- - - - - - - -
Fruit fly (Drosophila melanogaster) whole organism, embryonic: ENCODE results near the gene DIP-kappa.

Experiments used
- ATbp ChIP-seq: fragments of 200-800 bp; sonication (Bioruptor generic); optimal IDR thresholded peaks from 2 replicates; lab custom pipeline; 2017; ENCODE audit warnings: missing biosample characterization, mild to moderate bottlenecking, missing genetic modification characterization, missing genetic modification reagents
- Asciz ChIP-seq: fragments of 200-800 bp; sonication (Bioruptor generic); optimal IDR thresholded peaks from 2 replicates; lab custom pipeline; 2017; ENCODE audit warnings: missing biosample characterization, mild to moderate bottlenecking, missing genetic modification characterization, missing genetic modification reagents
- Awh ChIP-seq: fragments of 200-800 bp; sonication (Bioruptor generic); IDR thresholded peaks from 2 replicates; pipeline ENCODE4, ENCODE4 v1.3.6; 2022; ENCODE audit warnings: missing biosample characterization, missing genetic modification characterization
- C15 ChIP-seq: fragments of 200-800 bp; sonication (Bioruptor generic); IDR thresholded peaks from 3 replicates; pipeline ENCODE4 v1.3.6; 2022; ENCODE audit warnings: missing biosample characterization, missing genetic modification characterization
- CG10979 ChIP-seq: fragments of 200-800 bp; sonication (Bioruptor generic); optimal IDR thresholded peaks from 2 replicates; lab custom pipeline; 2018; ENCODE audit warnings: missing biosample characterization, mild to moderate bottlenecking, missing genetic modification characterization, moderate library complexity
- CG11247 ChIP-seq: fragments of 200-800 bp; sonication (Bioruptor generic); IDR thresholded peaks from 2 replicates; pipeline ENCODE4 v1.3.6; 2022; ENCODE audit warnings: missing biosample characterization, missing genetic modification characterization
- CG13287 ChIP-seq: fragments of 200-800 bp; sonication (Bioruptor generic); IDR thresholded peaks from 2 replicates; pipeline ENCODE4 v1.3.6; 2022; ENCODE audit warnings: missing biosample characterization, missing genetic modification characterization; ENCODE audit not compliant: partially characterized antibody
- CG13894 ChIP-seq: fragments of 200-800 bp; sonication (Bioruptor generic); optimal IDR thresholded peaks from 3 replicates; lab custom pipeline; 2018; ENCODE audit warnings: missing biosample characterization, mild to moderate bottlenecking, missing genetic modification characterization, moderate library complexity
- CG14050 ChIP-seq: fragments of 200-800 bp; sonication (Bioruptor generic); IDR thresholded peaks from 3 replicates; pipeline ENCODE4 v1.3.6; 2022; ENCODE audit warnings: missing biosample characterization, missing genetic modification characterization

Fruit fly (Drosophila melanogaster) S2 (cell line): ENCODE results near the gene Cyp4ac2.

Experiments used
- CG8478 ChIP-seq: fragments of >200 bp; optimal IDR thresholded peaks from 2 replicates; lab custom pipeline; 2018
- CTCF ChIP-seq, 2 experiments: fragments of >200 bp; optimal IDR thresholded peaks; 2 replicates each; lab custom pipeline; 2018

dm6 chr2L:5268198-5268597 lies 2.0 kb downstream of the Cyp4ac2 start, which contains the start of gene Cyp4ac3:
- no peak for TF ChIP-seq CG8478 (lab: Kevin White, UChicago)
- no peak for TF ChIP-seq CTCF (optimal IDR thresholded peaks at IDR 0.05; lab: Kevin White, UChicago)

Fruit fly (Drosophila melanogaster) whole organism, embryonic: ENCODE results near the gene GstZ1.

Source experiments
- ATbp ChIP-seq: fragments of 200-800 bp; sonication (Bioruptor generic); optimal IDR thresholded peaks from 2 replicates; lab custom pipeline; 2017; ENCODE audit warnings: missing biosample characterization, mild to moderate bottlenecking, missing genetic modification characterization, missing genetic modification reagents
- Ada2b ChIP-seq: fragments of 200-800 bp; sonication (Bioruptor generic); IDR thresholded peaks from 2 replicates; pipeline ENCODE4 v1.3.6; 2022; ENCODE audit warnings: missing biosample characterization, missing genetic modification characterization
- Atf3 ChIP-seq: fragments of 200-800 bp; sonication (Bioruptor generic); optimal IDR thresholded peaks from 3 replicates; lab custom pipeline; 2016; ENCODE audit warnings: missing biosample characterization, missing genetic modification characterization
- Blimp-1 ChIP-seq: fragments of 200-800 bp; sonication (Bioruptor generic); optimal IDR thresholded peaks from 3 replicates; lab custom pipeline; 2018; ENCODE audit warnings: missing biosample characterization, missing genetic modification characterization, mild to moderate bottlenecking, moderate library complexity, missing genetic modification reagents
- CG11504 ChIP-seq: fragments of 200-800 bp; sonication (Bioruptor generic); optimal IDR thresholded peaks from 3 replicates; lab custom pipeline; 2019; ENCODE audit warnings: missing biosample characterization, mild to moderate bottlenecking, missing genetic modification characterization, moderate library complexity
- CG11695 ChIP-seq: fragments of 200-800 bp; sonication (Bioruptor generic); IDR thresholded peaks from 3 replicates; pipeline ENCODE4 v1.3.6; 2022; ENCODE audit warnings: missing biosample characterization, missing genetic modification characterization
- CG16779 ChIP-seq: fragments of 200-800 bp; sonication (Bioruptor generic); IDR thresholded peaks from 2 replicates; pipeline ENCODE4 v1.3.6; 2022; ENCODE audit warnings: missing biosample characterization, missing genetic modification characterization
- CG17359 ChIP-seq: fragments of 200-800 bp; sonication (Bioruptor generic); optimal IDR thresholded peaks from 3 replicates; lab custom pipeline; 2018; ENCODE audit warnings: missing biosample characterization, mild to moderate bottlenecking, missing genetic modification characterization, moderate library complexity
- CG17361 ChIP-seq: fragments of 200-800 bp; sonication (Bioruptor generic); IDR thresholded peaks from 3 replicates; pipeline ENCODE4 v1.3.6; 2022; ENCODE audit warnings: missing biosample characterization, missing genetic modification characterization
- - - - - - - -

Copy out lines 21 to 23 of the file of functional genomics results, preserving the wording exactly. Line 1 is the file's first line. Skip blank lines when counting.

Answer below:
- ATbp ChIP-seq: fragments of 200-800 bp; sonication (Bioruptor generic); optimal IDR thresholded peaks from 2 replicates; lab custom pipeline; 2017; ENCODE audit warnings: missing biosample characterization, mild to moderate bottlenecking, missing genetic modification characterization, missing genetic modification reagents
- Ada2b ChIP-seq: fragments of 200-800 bp; sonication (Bioruptor generic); IDR thresholded peaks from 2 replicates; pipeline ENCODE4 v1.3.6; 2022; ENCODE audit warnings: missing biosample characterization, missing genetic modification characterization
- Atf3 ChIP-seq: fragments of 200-800 bp; sonication (Bioruptor generic); optimal IDR thresholded peaks from 3 replicates; lab custom pipeline; 2016; ENCODE audit warnings: missing biosample characterization, missing genetic modification characterization